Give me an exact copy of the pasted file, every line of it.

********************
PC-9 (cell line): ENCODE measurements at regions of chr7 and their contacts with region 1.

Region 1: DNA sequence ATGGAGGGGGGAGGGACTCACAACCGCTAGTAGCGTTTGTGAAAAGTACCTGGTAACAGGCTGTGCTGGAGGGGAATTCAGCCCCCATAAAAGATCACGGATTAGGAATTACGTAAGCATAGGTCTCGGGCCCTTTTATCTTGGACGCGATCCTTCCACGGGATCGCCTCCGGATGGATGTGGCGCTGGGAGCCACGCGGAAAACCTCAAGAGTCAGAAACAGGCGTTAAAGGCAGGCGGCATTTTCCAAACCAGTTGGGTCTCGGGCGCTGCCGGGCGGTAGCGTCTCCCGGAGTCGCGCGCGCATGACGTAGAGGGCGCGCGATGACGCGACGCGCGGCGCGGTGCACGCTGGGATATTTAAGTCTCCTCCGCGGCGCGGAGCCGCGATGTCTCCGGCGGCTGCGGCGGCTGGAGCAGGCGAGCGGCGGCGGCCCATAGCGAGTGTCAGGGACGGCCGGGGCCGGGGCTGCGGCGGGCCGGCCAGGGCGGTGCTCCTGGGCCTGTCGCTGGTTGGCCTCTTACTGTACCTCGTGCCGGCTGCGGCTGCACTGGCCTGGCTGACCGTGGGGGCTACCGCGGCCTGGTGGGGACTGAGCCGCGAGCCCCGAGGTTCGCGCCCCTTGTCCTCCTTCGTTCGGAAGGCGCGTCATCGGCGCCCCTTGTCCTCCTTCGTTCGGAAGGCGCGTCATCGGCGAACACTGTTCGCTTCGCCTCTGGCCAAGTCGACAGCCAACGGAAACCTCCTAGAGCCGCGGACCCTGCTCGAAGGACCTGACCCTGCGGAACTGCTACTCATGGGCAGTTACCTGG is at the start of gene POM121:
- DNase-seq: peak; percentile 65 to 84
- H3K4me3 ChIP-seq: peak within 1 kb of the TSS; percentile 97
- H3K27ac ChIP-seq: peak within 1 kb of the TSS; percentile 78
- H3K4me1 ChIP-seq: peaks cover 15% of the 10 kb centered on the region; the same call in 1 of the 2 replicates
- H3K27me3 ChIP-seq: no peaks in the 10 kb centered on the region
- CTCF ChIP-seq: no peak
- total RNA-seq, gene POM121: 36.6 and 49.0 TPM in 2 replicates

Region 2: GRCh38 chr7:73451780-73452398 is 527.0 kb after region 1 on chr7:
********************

PC-9 (cell line): ENCODE measurements at regions of chr7 and their contacts with region 1.

Region 1: DNA sequence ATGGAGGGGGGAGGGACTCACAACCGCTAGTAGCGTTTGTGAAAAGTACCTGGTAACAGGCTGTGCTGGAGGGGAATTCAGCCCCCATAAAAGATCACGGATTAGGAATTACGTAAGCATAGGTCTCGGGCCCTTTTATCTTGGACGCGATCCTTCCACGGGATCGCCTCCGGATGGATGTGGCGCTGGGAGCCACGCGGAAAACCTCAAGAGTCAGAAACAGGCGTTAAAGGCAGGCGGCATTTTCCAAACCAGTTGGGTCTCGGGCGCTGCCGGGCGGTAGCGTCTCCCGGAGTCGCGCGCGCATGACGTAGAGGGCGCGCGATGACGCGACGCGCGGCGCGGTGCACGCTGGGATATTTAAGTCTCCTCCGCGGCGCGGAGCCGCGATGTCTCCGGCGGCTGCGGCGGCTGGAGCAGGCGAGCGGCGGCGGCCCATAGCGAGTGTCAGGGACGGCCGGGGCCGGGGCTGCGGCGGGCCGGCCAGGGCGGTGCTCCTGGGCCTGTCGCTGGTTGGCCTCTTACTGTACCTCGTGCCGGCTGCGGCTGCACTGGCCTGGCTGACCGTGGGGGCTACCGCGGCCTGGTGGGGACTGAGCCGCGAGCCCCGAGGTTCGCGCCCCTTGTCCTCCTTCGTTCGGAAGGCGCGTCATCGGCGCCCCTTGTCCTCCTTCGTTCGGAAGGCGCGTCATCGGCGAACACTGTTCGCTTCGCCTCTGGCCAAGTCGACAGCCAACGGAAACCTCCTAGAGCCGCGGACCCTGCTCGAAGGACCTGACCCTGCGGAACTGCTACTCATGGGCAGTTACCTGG is at the start of gene POM121:
- DNase-seq: peak; percentile 65 to 84
- H3K4me3 ChIP-seq: peak within 1 kb of the TSS; percentile 97
- H3K27ac ChIP-seq: peak within 1 kb of the TSS; percentile 78
- H3K4me1 ChIP-seq: peaks cover 15% of the 10 kb centered on the region; the same call in 1 of the 2 replicates
- H3K27me3 ChIP-seq: no peaks in the 10 kb centered on the region
- CTCF ChIP-seq: no peak
- total RNA-seq, gene POM121: 36.6 and 49.0 TPM in 2 replicates

Region 2: GRCh38 chr7:73451780-73452398 is 527.0 kb after region 1 on chr7: